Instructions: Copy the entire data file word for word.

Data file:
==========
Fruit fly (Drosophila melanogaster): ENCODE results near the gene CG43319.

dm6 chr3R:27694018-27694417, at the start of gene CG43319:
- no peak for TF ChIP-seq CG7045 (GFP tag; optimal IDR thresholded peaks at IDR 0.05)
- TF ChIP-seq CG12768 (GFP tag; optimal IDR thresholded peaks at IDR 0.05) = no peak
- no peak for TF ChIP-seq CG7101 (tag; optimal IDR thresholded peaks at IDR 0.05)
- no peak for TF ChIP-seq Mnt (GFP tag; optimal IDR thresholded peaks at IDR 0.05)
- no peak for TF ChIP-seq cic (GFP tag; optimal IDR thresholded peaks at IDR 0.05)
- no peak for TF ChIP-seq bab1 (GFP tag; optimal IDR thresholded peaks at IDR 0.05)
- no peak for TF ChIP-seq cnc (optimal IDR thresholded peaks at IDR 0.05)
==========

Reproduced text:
Fruit fly (Drosophila melanogaster): ENCODE results near the gene CG43319.

dm6 chr3R:27694018-27694417, at the start of gene CG43319:
- no peak for TF ChIP-seq CG7045 (GFP tag; optimal IDR thresholded peaks at IDR 0.05)
- TF ChIP-seq CG12768 (GFP tag; optimal IDR thresholded peaks at IDR 0.05) = no peak
- no peak for TF ChIP-seq CG7101 (tag; optimal IDR thresholded peaks at IDR 0.05)
- no peak for TF ChIP-seq Mnt (GFP tag; optimal IDR thresholded peaks at IDR 0.05)
- no peak for TF ChIP-seq cic (GFP tag; optimal IDR thresholded peaks at IDR 0.05)
- no peak for TF ChIP-seq bab1 (GFP tag; optimal IDR thresholded peaks at IDR 0.05)
- no peak for TF ChIP-seq cnc (optimal IDR thresholded peaks at IDR 0.05)